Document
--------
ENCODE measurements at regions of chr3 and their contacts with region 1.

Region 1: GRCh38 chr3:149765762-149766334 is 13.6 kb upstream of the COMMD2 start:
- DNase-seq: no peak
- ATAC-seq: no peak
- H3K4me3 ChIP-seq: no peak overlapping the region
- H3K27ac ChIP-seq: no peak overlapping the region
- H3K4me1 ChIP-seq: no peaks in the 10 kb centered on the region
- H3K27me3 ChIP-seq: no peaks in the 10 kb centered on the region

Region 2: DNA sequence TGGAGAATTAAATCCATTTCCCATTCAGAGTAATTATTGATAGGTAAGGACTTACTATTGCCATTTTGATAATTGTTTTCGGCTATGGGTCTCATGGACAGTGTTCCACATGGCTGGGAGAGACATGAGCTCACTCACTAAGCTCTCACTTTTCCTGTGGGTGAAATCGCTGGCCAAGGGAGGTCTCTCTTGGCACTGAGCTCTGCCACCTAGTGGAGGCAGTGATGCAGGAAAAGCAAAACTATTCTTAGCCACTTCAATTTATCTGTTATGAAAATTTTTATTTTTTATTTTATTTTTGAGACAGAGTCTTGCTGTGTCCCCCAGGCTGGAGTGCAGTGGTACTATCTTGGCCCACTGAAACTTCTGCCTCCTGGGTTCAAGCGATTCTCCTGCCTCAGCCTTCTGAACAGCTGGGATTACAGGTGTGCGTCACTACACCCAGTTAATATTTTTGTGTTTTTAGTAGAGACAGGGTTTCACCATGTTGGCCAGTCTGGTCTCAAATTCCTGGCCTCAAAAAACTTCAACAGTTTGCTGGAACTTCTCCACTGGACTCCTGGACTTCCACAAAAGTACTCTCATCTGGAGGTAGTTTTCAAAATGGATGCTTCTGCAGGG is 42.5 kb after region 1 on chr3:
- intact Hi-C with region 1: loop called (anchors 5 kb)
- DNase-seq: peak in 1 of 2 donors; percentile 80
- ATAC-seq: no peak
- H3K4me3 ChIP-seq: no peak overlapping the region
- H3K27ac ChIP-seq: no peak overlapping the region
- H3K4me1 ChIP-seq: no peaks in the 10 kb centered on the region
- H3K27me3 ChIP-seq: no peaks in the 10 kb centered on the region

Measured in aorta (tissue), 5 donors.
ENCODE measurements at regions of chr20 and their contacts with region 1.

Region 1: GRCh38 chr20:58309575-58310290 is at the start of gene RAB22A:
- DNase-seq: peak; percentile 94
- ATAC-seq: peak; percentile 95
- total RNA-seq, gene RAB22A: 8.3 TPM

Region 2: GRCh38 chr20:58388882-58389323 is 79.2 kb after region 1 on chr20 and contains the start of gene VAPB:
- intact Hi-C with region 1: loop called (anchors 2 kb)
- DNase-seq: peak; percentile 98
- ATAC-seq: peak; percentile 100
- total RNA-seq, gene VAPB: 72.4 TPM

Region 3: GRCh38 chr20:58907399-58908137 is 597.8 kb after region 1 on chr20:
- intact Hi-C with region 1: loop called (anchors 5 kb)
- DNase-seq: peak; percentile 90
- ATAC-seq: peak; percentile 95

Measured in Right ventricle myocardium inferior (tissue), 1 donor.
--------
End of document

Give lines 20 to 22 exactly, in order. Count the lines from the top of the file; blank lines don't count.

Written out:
- DNase-seq: peak; percentile 94
- ATAC-seq: peak; percentile 95
- total RNA-seq, gene RAB22A: 8.3 TPM